The Arena of Christ's Kingdom

The Philadelphia Eagles knocked off the New England Patriots this month in what was “one of the greatest Super Bowls ever played.”

But nearly as stunning as the big game was the host stadium.

Shaped like a Viking ship (since it’s the home field of the Minnesota Vikings), U.S. Bank Stadium has 200,000-square-feet of windows that reveal the sky and the skyline, and seats for as many as 73,000 screaming fans—some of which sit just 40 feet from the sidelines.

This stadium not only made the game possible. It made it better.

The same is true for the arena of Christ’s kingdom. Our human society is the host stadium for the drama of redemptive history. Christ uses it to make that drama possible—and make it better.

Imagine if the Super Bowl were played in a broken-down stadium, on a dusty field pitted with dangerous craters, rocks and jagged pieces of metal fallen from the rafters. Would the players play nearly as well in such conditions? Would they play at all? And would anyone bother to watch?

Yet that’s a pretty good description of the arena in which Christ’s church operates. Christians live in constant danger of injuries that can and do seriously hinder them spiritually—if not sideline them altogether.

This is why God the Father not only made Christ head over the church, but also king over everything in the world. The Apostle Paul wrote in Ephesians 1:22-23, “And he (God the Father) put all things under his (Christ’s) feet and gave him as head over all things to the church, which is his body.”

The key phrase “to the church” means that Christ, in His role as Mediator, controls everything in the universe— including things that are not spiritual or not redeemed—to bring people to the church and to salvation from their sins.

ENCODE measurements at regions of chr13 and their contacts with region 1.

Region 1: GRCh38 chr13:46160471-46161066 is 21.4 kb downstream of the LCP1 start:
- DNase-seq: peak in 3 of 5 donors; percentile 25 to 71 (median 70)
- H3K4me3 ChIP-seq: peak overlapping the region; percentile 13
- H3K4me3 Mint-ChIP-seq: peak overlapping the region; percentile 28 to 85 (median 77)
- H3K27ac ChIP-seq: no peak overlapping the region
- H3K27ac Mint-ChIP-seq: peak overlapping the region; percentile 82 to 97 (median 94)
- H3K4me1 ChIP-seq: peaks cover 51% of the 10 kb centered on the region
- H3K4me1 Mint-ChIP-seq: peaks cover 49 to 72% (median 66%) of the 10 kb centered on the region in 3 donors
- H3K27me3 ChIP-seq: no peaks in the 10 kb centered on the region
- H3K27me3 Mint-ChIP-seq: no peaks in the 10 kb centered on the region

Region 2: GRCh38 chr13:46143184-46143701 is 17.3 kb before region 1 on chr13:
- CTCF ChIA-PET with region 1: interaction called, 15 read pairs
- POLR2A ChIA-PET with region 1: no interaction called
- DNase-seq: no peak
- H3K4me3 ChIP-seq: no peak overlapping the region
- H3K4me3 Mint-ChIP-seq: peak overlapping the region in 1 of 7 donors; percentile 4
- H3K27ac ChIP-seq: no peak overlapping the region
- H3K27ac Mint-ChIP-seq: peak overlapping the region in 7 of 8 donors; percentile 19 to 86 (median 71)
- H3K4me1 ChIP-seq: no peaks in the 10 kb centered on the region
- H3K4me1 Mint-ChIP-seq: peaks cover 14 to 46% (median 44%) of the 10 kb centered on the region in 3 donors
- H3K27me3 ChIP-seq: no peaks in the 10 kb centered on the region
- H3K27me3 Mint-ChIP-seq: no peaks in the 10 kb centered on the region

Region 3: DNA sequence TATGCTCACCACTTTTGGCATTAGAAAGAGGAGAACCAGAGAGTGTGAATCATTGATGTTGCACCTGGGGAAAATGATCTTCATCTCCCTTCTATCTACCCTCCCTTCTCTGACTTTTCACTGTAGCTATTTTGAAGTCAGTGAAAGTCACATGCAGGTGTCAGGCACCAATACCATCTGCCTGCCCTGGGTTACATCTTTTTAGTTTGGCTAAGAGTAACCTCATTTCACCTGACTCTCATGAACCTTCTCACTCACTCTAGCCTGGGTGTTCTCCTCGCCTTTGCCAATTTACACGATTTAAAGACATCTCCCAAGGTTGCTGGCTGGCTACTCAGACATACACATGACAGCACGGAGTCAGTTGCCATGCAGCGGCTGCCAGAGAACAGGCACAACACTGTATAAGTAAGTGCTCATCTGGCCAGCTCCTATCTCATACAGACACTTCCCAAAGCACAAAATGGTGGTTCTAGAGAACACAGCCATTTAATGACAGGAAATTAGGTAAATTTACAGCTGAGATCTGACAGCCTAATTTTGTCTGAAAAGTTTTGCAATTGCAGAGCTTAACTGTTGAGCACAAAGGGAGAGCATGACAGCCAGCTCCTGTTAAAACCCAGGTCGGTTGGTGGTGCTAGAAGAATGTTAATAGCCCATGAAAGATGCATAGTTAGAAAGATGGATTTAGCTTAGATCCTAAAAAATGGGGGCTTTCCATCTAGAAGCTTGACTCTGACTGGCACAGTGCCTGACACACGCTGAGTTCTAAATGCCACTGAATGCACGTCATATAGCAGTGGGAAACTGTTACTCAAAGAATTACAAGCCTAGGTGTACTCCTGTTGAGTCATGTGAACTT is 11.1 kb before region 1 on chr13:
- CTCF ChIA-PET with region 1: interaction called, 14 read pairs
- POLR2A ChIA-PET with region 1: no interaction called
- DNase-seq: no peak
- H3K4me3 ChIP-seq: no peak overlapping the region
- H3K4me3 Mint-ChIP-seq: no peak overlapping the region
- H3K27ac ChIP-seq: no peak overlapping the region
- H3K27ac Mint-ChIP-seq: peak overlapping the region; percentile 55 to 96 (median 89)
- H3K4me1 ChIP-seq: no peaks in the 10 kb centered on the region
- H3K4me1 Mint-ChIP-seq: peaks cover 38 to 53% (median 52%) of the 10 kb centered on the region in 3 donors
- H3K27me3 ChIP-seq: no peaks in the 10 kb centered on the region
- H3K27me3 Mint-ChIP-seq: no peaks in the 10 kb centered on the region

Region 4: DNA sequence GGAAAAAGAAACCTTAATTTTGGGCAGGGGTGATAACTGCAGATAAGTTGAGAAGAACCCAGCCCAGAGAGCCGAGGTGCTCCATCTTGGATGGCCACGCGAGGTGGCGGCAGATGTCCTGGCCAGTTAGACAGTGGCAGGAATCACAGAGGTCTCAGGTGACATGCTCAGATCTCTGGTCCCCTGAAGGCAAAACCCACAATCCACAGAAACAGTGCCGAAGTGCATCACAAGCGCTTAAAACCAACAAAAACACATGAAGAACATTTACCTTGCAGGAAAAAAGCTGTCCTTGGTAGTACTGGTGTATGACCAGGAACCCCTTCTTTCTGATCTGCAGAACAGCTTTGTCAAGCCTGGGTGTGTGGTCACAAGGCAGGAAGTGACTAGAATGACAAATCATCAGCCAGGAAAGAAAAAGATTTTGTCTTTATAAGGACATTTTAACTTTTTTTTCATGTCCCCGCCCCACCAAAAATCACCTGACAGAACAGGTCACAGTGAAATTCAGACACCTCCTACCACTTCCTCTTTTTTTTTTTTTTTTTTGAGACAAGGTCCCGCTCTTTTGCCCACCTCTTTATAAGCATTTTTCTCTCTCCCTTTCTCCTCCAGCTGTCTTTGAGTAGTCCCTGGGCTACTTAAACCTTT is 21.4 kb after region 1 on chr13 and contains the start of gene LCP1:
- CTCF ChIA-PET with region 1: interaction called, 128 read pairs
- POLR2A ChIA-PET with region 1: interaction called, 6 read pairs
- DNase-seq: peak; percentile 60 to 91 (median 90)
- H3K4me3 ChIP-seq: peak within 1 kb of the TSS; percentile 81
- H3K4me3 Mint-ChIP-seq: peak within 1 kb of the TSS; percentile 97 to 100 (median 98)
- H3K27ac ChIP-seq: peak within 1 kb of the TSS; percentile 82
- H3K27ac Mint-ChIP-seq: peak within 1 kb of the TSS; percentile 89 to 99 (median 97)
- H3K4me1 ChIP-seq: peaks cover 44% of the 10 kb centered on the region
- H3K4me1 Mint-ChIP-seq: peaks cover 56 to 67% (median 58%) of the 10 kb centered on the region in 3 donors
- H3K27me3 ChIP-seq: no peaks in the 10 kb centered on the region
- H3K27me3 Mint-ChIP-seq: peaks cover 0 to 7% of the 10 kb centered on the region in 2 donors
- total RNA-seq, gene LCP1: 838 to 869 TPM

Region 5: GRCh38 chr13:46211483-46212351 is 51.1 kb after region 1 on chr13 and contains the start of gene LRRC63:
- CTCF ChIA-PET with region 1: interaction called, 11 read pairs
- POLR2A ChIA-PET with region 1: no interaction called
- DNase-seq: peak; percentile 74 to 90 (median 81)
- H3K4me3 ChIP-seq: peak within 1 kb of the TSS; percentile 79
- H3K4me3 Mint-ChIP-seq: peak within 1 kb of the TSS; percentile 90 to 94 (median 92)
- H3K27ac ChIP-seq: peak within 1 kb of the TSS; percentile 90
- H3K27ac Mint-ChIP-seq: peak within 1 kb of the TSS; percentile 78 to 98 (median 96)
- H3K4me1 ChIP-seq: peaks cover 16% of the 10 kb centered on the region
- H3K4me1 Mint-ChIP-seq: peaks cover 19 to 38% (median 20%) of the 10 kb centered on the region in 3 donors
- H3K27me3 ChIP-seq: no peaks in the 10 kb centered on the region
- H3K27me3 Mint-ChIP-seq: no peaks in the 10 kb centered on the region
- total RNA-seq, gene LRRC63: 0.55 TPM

On this point, Scottish theologian William Symington wrote that Christ’s mediatorial kingdom is both universal and spiritual: “We call it a spiritual kingdom, inasmuch as the great design of its existence is spiritual, notwithstanding that, among the things connected with it, there may be many that are material, even worldly.”[1]

Abraham Kuyper, the Dutch theologian who wrote extensively on Christ’s kingdom, specifically likened the material creation and worldly human society to a platform for God’s redemptive work.[2]

“It is not that the church was saved in order to abandon everything outside the church to general ruin …,” Kuyper wrote in _Common Grace, _which posits a non-saving divine grace given to everyone and everything. “Most surely the purpose (of common grace) was so that God’s church could find a place to set its foot, and also so that the church of the new covenant would gather together believers from all peoples and nations.”[3]

Imagine a world without food—there would be no one to preach the gospel and no one to hear it.

Or imagine a world without medicine—how many fewer people would have ever lived or lived long enough to hear the gospel?

Or imagine a world in which literally every man abandoned his children as soon as they arrived, choosing instead to pursue romantic attachments that require less sacrifice. Could anyone in such a world ever trust a God who calls Himself Father?

Or imagine a society in which every person lied all the time? Would anyone ever believe a sermon claiming to be the Truth?

Human society in ruin is an arena in which the gospel does not advance—where the drama grinds to a halt.